Category Archives: Tarbox

Mystery Photo – Cleantha Cochran Tarbox, 1859-1942 and ???


Cleantha (Cannie) Cochran, left and ???

This is a photo in my collection that is just half a mystery. My cousin Charles passed this copy on to me of “Aunt Cannie” Tarbox, the wife of Charles Franklin Tarbox.

Cleantha was born in April 1859 in New Brunswick, Canada and died in 1942 in Attleboro, Bristol, Massachusetts. As cousin Charles and his mother lived in Providence for decades, I imagine that they visited Aunt Cannie and Uncle Charles many times.

I don’t think that the mystery lady in this picture is related to me. In fact, Aunt Cannie is an aunt by marriage. She was the sister-in-law of my 2X great grandmother, Nellie Tarbox Adams. Charles Franklin Tarbox was Nellie’s younger (by 3 years) brother.

I know one special thing about her though – she was, by family lore, the first woman operated on for cataracts at Boston General Hospital.

Cannie and our mystery subject were very stylishly dressed and I imagine this other person either lived in Washington County, Maine or just over the water in New Brunswick, Canada. That narrows it down, doesn’t it?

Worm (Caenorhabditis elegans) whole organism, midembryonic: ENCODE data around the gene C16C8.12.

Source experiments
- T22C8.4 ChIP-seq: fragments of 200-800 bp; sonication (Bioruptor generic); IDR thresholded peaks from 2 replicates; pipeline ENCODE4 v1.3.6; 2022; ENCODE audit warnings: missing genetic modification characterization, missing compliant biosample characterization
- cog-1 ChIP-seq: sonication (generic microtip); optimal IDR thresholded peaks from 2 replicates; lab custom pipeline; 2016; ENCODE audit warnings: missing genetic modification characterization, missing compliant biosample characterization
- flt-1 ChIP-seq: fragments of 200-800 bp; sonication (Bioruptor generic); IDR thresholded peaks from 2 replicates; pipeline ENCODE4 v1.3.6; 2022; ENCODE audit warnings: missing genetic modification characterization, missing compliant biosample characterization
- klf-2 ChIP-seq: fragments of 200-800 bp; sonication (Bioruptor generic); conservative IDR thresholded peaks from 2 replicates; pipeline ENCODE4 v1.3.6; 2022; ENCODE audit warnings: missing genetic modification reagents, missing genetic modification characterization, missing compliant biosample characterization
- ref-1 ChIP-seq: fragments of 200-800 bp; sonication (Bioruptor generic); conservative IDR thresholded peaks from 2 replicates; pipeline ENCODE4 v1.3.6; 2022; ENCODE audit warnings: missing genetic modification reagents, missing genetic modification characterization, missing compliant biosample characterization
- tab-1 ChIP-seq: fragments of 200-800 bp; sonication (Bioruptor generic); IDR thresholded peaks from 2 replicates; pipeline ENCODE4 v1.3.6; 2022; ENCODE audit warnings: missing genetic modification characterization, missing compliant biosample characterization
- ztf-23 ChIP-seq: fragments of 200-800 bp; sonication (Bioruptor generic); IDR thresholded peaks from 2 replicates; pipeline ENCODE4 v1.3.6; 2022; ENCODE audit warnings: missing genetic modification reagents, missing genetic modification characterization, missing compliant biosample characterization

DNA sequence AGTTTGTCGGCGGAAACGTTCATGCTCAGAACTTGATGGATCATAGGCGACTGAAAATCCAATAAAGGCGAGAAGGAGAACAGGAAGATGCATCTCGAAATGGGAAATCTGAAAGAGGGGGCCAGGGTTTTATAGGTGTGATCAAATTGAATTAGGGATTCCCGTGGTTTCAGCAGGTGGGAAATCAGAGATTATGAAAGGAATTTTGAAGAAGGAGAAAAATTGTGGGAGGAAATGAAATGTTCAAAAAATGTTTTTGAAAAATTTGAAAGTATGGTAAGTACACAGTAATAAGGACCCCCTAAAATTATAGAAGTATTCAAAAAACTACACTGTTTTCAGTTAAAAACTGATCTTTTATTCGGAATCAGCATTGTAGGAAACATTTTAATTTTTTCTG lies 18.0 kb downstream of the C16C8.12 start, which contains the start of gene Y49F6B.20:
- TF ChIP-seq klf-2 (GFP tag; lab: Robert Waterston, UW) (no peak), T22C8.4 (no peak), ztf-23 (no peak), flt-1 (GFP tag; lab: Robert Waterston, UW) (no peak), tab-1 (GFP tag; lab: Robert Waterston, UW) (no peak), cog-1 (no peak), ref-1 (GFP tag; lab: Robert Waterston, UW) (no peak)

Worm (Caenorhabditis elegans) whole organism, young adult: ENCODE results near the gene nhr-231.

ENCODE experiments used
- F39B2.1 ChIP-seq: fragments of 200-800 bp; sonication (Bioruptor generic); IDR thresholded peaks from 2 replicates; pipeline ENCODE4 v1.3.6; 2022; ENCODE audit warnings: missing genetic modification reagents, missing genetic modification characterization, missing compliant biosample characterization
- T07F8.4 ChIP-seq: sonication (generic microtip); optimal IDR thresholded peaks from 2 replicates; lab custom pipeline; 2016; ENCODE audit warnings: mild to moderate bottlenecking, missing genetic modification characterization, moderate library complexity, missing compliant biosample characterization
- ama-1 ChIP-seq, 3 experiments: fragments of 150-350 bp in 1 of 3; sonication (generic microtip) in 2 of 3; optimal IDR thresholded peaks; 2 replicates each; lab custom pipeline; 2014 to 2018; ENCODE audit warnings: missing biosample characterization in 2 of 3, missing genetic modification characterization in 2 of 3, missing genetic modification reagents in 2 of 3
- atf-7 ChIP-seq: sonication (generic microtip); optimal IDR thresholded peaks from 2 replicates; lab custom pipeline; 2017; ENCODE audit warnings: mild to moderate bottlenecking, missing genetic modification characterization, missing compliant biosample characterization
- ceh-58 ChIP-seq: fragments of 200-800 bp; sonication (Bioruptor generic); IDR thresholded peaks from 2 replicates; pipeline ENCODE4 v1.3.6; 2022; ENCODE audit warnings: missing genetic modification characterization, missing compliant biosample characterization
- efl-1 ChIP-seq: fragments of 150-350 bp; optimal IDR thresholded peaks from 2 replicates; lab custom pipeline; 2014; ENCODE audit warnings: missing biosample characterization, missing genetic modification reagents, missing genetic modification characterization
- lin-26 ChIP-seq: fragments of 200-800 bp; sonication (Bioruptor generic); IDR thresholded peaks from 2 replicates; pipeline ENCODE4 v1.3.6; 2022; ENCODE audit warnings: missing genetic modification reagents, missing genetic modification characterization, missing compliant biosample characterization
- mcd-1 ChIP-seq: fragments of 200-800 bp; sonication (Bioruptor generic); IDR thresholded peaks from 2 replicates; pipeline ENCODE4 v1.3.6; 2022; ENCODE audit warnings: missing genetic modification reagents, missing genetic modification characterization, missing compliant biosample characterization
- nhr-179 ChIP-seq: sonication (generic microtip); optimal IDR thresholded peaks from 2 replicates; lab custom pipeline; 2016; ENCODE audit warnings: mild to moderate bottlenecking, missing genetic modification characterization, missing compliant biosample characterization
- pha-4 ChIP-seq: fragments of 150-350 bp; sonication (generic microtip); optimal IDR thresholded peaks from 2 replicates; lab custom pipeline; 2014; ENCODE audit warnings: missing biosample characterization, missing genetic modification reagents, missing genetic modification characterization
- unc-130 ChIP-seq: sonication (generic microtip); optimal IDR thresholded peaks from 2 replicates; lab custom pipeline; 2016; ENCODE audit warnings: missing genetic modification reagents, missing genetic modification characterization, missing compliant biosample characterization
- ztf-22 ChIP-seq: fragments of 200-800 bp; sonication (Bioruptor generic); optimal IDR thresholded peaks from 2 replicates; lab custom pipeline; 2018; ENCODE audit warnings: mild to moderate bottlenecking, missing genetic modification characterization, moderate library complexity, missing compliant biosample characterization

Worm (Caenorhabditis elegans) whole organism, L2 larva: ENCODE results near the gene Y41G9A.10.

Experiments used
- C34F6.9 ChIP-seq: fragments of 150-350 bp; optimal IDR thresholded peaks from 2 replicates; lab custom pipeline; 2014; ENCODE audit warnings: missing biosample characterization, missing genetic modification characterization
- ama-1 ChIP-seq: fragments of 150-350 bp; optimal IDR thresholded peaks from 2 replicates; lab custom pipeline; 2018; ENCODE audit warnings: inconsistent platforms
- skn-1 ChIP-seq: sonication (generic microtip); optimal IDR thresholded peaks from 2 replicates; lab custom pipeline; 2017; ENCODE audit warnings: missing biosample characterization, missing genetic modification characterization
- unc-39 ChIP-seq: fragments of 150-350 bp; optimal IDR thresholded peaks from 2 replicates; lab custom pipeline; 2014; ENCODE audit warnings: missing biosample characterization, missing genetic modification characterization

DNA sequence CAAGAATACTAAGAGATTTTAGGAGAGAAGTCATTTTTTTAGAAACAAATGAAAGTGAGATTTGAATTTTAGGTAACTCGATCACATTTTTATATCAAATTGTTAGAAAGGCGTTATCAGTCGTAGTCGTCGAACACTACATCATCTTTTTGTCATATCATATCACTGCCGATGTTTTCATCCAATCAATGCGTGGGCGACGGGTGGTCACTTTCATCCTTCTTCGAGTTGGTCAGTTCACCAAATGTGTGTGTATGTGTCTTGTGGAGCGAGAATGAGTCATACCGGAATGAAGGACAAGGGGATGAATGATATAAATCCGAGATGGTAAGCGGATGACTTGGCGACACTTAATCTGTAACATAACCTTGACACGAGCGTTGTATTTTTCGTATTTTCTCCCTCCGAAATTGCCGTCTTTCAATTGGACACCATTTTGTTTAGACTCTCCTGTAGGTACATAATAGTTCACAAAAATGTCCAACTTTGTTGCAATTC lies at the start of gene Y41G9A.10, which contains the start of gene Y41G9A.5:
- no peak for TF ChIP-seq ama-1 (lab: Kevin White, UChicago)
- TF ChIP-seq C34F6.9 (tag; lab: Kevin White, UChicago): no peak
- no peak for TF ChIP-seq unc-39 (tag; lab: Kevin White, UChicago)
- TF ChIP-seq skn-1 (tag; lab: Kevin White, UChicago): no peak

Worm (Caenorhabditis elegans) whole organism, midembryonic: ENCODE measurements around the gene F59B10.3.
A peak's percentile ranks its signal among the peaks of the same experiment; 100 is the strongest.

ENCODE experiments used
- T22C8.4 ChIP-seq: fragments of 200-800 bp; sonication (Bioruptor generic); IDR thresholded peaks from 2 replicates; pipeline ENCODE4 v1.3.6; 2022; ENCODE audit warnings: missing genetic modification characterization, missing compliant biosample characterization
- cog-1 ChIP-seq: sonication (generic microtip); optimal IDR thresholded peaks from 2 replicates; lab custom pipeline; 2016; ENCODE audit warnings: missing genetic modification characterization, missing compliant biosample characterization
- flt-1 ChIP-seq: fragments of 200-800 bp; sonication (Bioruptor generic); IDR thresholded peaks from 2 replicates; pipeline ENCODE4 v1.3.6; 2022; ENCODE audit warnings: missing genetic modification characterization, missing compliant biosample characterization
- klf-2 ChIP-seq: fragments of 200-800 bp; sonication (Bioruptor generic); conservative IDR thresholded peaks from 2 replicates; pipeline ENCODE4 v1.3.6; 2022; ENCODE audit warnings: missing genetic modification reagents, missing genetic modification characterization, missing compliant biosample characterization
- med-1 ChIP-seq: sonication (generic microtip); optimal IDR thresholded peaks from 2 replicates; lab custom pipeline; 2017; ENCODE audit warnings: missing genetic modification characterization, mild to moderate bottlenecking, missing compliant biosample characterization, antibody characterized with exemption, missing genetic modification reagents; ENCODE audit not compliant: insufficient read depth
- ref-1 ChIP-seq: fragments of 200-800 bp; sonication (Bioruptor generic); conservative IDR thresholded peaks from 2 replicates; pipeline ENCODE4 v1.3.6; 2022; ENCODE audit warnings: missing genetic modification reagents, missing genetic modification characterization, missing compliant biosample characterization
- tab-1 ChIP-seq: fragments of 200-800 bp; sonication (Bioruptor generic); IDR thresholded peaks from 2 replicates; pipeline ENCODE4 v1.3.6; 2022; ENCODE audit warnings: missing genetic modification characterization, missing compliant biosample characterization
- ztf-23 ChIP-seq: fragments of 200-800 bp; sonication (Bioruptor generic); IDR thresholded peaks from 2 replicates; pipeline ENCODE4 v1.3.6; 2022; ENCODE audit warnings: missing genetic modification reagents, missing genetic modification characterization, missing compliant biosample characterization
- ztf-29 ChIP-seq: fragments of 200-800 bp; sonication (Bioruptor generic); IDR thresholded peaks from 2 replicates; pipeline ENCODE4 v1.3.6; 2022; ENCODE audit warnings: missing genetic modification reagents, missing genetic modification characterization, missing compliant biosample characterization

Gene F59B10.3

Both ladies appear to be in their young 20s. Their highly curled hair in front with the rest pulled back and the high necklines of their clothing were “in” during the 1880s. As Cannie was born in 1859 and 21 in 1880, the photo clues fit her age.

Cannie doesn’t really look like the other lady in terms of a family resemblance. She didn’t have any sisters, but did have five brothers. Could the mystery lady be the wife of one of her brothers? Or, could this be a cousin? Her mother’s maiden name was unusual – Zellma, while Cochran is quite common. Both of her parents were born in Nova Scotia. It’s also very possible she was just a friend.

Cochran Family

Charles C. Cochran married Salome-Salina (perhaps?) Zellma. They were born c1823 and c1824 in Nova Scotia, Canada. Their children were all born in New Brunswick, Canada. In 1881, the family lived in Milltown, New Brunswick, Canada. Except for Cannie and her brother, Osgood, nothing has been found after the 1881 census.

Children:
1. Ferdinand, born c1856
2. Cleantha, born 23 April 1859; died 1942, Attleboro, Bristol, Massachusetts; married Charles Franklin Tarbox, 19 October 1881, Milltown, New Brunswick, Canada.
3. John, born c1862
4. George, born c1864
5. William, born c1868
6. Osgood, born c1870; died 31 October 1910, Danforth, Washington, Maine; married Sarah Awilda Feero, 22 November 1892, Calais, Maine. She was born c1875; died 27 June 1913, Danforth, Washingtone, Maine. In both 1900 and 1910, they lived in Danforth.